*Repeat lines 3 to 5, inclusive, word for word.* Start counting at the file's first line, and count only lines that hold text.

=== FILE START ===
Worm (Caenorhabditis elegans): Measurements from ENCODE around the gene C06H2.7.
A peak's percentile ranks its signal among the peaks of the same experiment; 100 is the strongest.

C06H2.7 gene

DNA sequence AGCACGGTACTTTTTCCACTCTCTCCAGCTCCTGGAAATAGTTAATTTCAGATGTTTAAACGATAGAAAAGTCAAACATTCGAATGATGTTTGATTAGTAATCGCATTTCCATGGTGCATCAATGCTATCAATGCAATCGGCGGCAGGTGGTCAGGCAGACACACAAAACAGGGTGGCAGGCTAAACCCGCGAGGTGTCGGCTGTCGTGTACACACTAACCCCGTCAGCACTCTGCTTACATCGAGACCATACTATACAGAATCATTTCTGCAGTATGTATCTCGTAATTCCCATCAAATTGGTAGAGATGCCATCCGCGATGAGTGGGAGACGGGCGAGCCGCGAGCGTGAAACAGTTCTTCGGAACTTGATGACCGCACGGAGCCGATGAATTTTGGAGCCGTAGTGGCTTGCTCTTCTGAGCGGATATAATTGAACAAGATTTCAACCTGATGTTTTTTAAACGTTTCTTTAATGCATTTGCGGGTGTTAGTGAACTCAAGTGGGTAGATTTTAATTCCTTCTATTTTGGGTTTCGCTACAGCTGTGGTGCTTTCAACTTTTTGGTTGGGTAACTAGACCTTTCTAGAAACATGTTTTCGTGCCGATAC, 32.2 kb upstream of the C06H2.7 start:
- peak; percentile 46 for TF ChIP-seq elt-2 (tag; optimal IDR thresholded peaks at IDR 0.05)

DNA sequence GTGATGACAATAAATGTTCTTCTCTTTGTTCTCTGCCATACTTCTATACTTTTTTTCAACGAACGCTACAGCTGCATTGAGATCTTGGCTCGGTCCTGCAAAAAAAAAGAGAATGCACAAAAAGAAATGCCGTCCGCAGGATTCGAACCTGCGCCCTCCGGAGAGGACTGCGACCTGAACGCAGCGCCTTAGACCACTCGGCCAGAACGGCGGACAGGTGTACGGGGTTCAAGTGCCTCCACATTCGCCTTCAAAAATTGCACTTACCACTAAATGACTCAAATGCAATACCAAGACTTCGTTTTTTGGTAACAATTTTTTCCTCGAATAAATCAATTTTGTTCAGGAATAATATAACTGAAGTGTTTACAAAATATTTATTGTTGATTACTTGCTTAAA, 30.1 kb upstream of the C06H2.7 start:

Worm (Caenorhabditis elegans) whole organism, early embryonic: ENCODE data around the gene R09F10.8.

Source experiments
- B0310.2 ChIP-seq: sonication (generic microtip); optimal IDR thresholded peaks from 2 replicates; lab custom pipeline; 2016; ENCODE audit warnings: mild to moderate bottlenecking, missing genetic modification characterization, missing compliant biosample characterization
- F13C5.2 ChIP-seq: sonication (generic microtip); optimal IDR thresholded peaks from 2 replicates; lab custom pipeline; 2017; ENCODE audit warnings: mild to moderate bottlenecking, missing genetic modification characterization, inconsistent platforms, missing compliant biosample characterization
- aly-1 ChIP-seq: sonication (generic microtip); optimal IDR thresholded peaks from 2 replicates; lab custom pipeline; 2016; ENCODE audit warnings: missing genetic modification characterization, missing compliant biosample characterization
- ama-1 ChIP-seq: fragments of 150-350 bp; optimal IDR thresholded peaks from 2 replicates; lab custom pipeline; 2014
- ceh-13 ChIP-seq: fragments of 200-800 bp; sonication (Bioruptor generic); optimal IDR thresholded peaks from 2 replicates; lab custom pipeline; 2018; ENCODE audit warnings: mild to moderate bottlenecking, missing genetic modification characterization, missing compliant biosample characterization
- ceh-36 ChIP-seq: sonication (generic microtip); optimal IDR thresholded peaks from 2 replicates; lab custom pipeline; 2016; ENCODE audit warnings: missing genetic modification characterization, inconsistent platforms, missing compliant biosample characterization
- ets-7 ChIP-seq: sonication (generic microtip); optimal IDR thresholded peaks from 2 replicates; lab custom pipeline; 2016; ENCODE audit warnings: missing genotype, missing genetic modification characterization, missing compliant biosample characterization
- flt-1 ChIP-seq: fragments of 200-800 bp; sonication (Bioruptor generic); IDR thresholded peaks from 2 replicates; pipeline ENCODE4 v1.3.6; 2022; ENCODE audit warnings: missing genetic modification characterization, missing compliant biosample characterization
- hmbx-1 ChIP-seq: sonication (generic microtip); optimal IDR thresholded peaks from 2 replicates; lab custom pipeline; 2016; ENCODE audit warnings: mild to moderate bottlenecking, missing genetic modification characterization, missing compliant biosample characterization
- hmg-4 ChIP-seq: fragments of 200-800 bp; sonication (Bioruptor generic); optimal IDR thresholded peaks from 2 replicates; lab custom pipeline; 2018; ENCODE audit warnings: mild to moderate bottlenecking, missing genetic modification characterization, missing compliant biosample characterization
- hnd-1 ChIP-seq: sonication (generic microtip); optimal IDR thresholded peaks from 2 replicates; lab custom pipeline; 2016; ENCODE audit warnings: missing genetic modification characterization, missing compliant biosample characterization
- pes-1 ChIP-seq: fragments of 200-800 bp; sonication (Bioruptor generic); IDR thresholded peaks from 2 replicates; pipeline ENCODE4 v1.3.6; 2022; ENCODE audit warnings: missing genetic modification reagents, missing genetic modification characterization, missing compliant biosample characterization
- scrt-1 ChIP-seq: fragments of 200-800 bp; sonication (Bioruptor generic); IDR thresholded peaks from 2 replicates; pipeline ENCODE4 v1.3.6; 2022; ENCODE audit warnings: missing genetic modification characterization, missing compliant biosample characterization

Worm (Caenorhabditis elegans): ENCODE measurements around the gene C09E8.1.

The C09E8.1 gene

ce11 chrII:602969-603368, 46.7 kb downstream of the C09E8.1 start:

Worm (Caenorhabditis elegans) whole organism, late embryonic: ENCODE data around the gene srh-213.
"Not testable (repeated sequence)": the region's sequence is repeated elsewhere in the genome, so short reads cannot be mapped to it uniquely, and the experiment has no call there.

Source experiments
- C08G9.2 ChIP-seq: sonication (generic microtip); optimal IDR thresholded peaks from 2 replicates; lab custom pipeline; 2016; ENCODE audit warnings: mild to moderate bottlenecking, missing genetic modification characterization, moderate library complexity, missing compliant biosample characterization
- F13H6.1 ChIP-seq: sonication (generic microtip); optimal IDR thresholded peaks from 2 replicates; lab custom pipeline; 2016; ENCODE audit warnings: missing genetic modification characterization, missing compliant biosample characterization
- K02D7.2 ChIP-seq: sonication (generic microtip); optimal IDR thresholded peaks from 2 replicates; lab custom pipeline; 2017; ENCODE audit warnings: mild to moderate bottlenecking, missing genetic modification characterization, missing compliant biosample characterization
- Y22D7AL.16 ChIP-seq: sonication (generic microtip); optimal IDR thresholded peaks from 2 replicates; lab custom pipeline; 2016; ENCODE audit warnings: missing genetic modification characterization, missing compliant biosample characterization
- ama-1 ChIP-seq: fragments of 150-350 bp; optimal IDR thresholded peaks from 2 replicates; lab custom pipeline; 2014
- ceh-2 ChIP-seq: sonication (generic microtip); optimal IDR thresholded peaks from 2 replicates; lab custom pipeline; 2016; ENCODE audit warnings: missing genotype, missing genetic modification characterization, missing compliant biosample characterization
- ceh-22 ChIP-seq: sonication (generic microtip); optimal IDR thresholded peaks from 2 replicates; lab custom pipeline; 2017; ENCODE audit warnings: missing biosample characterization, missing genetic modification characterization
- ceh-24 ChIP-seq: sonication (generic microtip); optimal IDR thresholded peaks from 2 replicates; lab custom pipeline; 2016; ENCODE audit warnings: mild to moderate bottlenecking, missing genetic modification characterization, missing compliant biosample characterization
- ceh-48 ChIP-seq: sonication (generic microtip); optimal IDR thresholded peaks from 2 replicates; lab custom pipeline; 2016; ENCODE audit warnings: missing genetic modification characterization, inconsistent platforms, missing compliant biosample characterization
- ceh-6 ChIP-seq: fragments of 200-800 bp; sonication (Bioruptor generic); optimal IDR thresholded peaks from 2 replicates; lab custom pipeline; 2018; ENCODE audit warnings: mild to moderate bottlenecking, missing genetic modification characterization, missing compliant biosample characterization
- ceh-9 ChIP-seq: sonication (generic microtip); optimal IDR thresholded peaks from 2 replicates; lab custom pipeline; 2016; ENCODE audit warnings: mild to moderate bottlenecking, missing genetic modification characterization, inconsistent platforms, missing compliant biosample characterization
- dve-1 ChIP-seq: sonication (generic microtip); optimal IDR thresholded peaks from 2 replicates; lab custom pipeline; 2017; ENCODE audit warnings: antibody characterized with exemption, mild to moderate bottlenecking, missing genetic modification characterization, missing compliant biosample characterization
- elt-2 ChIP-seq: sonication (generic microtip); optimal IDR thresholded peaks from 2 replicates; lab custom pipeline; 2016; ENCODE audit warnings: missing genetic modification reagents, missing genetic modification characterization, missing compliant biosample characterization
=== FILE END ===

C06H2.7 gene

DNA sequence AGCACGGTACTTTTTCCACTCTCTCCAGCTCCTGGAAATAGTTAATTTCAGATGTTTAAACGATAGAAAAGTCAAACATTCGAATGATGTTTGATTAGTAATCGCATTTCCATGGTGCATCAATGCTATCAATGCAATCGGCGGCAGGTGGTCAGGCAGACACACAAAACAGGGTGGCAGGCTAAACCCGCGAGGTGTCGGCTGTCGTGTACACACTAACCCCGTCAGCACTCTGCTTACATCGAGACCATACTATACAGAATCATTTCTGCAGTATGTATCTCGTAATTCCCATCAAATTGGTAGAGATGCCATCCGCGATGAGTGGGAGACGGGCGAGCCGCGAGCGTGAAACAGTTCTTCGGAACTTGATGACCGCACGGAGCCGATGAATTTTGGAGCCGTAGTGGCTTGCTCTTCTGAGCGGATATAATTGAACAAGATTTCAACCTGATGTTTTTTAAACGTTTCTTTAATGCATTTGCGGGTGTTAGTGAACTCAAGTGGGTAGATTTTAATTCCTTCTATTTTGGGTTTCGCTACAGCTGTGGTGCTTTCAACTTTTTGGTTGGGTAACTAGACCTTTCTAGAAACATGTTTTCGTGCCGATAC, 32.2 kb upstream of the C06H2.7 start:
- peak; percentile 46 for TF ChIP-seq elt-2 (tag; optimal IDR thresholded peaks at IDR 0.05)